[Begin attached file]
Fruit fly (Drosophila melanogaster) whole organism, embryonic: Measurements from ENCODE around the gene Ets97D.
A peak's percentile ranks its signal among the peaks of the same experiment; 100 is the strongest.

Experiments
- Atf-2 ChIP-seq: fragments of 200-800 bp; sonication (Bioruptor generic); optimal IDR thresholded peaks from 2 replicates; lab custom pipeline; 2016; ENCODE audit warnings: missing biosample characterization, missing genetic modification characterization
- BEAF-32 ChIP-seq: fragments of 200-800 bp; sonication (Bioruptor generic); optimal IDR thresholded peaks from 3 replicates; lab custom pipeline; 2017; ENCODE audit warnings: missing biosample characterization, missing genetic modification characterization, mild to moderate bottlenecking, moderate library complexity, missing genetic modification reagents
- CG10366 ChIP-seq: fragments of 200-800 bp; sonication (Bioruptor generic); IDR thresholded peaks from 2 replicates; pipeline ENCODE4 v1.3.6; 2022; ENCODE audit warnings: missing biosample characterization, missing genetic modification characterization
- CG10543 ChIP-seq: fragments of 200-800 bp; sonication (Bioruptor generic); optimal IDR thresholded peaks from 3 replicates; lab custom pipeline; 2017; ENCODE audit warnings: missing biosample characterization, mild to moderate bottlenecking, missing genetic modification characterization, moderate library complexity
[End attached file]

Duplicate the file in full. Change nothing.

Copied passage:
Fruit fly (Drosophila melanogaster) whole organism, embryonic: Measurements from ENCODE around the gene Ets97D.
A peak's percentile ranks its signal among the peaks of the same experiment; 100 is the strongest.

Experiments
- Atf-2 ChIP-seq: fragments of 200-800 bp; sonication (Bioruptor generic); optimal IDR thresholded peaks from 2 replicates; lab custom pipeline; 2016; ENCODE audit warnings: missing biosample characterization, missing genetic modification characterization
- BEAF-32 ChIP-seq: fragments of 200-800 bp; sonication (Bioruptor generic); optimal IDR thresholded peaks from 3 replicates; lab custom pipeline; 2017; ENCODE audit warnings: missing biosample characterization, missing genetic modification characterization, mild to moderate bottlenecking, moderate library complexity, missing genetic modification reagents
- CG10366 ChIP-seq: fragments of 200-800 bp; sonication (Bioruptor generic); IDR thresholded peaks from 2 replicates; pipeline ENCODE4 v1.3.6; 2022; ENCODE audit warnings: missing biosample characterization, missing genetic modification characterization
- CG10543 ChIP-seq: fragments of 200-800 bp; sonication (Bioruptor generic); optimal IDR thresholded peaks from 3 replicates; lab custom pipeline; 2017; ENCODE audit warnings: missing biosample characterization, mild to moderate bottlenecking, missing genetic modification characterization, moderate library complexity